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Society in Ancient Bengal

The pages on caste system in Bengal and people talk about aspects of society not described here.

During the pAla period, the indications are that devadAsIs or bArarAmAs (high class educated and artistic prostitutes living in the temple, technically dedicated only to God) are much rarer than the succeeding periods; by the time of the sena and varmmana dynasties, they were quite respected in society. But even in the ancient period it appears that women slaves were kept by the wealthy men for similar reasons: these slaves were shared, inherited and sold like property.

Simultaneously, however, the ideal, at least in the upper castes, was one of monoandry. People were expected to live their life using the principles of ritual cleanliness, steadiness of mind, self-control, beauty, civilized open-mindedness, kindness, giving of alms, taking car of guests and forgiveness. Loose sexual mores, drunkenness, theft and adultery were explicitly punishable according to the religious texts. It is to be noted that the society was somewhat different in the villages and in the towns. The villages considered the city lifestyle to be immoral, and at least on the surface, followed the religious ideals more closely.

The life in the villages was very farm and family centered. There was emphasis on not considering wealth very important: the ideal was of a happy family with happy relatives and good sons, with enough to eat and with servants to do the work. On the other hand, the poor were of course unhappy: pictures of families with no rice at home, kids whose stomach has sunk in for lack of food, earthen water pot leaking so that not even a drop of water stays in, not even a needle at home to sew, the logs of the hut shaking, the roof rising in the storm, the mud walls dissolving away in the rain, etc. abound in the literature. The only escape to pleasure that this section of the society seems to have had were the festivals, usually religious, at the rich people's house ... the whole society seem to have partaken of those.

Some women probably worked as nurses in wealthy families.

There is indication of theft being quite common, the use of locks on doors was quite common. There is also a description of necklaces being snatched by thieves from the necks of sleeping women. Adultery by both men and women of established families existed to some extent.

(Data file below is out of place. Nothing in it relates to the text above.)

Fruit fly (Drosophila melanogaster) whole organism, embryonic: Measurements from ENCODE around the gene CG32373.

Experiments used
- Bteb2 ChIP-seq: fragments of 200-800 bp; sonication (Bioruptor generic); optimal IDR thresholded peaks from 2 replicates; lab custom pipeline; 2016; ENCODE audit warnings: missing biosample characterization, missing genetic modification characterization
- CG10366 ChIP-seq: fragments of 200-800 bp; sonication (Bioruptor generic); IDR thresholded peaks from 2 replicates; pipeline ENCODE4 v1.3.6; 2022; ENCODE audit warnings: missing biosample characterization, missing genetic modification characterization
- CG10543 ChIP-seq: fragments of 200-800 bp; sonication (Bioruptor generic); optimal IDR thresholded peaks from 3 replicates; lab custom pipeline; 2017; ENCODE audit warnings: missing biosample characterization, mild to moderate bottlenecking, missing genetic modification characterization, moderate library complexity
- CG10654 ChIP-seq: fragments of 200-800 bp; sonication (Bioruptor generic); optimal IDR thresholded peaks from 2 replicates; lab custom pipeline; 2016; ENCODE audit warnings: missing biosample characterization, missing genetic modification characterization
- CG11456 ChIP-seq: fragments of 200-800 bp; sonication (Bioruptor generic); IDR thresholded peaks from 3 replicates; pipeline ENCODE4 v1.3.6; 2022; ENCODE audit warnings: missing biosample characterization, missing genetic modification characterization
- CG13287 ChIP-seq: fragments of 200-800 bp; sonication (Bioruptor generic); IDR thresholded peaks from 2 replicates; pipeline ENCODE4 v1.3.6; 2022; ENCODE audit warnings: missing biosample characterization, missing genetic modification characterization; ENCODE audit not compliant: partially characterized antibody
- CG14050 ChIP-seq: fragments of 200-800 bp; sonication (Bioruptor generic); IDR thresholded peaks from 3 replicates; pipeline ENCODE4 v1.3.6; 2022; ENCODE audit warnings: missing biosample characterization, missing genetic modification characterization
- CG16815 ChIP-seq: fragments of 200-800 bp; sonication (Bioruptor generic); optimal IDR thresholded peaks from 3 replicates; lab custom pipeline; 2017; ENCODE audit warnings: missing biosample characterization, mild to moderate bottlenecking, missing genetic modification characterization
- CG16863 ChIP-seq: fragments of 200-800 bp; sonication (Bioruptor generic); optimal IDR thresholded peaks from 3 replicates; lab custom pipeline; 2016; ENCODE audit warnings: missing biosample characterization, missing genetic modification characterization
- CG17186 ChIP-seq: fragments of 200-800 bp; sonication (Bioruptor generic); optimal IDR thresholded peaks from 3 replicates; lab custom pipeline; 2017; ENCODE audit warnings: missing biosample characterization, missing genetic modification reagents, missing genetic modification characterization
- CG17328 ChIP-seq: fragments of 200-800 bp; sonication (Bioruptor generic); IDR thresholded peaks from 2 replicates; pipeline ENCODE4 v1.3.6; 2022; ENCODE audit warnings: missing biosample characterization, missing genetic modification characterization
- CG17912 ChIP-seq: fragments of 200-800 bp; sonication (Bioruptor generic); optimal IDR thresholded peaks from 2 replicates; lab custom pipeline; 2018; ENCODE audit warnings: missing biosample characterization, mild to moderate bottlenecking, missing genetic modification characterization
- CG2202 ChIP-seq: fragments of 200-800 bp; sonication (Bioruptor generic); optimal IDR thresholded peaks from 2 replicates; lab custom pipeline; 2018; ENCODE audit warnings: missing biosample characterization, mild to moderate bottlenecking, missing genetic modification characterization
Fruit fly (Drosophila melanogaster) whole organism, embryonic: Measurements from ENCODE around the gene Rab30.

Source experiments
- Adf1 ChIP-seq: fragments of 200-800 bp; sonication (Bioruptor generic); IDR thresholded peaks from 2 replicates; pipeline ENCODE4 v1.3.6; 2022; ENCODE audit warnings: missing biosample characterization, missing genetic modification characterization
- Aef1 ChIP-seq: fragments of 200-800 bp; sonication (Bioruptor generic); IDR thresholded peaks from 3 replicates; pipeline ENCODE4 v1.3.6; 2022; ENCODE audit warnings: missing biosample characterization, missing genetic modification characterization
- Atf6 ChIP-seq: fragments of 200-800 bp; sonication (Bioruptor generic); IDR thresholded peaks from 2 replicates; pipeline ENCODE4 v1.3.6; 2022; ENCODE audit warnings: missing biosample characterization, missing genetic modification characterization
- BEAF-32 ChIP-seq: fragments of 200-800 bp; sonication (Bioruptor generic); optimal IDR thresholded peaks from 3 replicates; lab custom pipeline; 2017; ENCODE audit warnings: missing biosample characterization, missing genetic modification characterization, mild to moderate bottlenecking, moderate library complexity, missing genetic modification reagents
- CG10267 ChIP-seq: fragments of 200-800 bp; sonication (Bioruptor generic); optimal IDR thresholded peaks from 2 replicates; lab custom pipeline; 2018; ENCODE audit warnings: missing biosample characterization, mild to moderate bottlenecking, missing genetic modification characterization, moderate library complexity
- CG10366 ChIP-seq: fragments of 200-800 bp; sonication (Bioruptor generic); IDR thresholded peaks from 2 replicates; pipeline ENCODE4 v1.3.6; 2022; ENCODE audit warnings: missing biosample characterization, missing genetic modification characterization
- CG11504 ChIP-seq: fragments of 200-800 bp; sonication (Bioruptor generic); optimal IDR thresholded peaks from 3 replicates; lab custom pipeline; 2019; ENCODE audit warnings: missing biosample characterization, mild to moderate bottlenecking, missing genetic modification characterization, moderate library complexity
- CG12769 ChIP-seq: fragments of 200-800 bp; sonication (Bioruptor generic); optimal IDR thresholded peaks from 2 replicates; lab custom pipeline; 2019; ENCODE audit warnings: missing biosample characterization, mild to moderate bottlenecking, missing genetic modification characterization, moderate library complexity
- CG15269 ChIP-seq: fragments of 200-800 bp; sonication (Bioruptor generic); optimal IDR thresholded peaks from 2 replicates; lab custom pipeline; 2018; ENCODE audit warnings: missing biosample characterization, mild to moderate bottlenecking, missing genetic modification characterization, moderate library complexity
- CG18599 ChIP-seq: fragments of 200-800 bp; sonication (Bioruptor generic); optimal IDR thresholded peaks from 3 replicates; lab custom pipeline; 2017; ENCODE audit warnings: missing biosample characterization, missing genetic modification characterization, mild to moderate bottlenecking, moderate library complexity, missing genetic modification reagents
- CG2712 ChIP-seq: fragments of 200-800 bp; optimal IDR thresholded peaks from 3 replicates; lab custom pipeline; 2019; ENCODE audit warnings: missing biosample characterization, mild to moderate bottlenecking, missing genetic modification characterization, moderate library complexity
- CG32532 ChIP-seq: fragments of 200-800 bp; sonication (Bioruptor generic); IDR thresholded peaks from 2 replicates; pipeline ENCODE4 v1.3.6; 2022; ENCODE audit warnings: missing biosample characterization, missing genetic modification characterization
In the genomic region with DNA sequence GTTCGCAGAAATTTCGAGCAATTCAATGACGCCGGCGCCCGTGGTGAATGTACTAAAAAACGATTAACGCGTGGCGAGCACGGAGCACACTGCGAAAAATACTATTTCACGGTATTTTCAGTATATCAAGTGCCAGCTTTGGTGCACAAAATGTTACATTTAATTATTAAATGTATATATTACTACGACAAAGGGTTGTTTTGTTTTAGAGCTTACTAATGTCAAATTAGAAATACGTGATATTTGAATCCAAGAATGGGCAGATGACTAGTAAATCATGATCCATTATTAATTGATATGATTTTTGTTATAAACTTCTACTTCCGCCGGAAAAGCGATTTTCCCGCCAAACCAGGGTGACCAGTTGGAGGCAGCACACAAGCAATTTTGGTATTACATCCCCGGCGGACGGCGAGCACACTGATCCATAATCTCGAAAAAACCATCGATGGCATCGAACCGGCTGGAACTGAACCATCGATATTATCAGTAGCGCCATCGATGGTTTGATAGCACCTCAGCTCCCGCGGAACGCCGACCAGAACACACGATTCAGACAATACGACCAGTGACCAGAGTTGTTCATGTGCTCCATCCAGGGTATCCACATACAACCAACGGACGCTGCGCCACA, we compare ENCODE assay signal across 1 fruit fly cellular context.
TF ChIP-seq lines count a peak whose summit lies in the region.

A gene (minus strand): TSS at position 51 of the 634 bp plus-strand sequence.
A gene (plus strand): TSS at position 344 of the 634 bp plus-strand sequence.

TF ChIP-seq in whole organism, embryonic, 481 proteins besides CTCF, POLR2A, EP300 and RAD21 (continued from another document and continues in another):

The region of baGgAla (lowlands of current bAGglAdesha) was probably not in complete marriage contact with the other regions of Bengal: it seems that the people of that region were looked down upon by the rest of the people.

The tribal shavara lived as hunters in the hills, though they did do some amount of farming in farms surrounded by bamboo fence and fending off mice. Doma, niSAda, etc. were untouchables to the upper castes and lived outside the villages on a raised ground: they seem to have been responsible for the making of bamboo articles. They also seem to have worked as boatmen and women, often living in the boats. They might also have worked as fishermen, weavers, cotton cleaners, carpenters etc., and most likely were involved in cutting trees to obtain wood. These, and other, tribals also moved around as snake charmers and doctors saving people from snake bites.

Marriage between upper caste men and lower caste women, though discouraged by religion was allowed: and was probably not very uncommon. The children do not seem to have suffered social disabilities because of the status of their mothers. During marriage, the husband's family used to get dowry from the wife's family.

The most common wish for men was for a wife who was devoted and who would provide an excellent son. Women seem to have rights to property: enough to make donations to temples or provide money for building and upkeep of new ones; and often did so in the hope of being blessed with beautiful sons. They carried out a number of rituals designed to bring good luck to their children and husband. It seems that sometimes, wives were bribed to influence their husbands' decision whom to work for.

Serial monogyny was the rule in society, though the wealthy often practiced polygyny; monoandry was the absolute norm. The fighting amongst co-wives finds mention in literature.

Widowhood was the greatest curse on a woman in this society. All jewelery and decoration was removed the moment a woman's husband died. According to jImutavAhana, a childless widow inherits her husband's wealth, but cannot sell, pawn or give away that property; and she has the right only as long as she lives properly with the husband's family, without any jewelery or decoration, and carries out all the rituals required on behalf of the husband's soul. If no male members remain in the husband's family, she has to live with her parents instead. Widows were not supposed to eat excitory foods like meats and fishes. They were usually not allowed in festivals and marriages. The practice of sati (dying on her husbands pyre) was encouraged by religious texts.

The upper class women in the cities were probably literate enough to write letters. Some of them were also probably educated in the arts, specially singing and dancing. The daughters of the kings and landlords probably spent much of their time inside and were likely not very independent. Upper class women, in general, kept themselves out of the gaze of most people by travelling in covered carts. However, they do not seem to have always covered their faces, and this absence of obligatory purdah or ghomTA in Bengal has been criticized by Hindus in other parts of India. It was more the middle class for whom covering their heads and faces was a symbol of status. The ideal was always of a lady with face covered and looking at her feet, speaking little and in mild tone.

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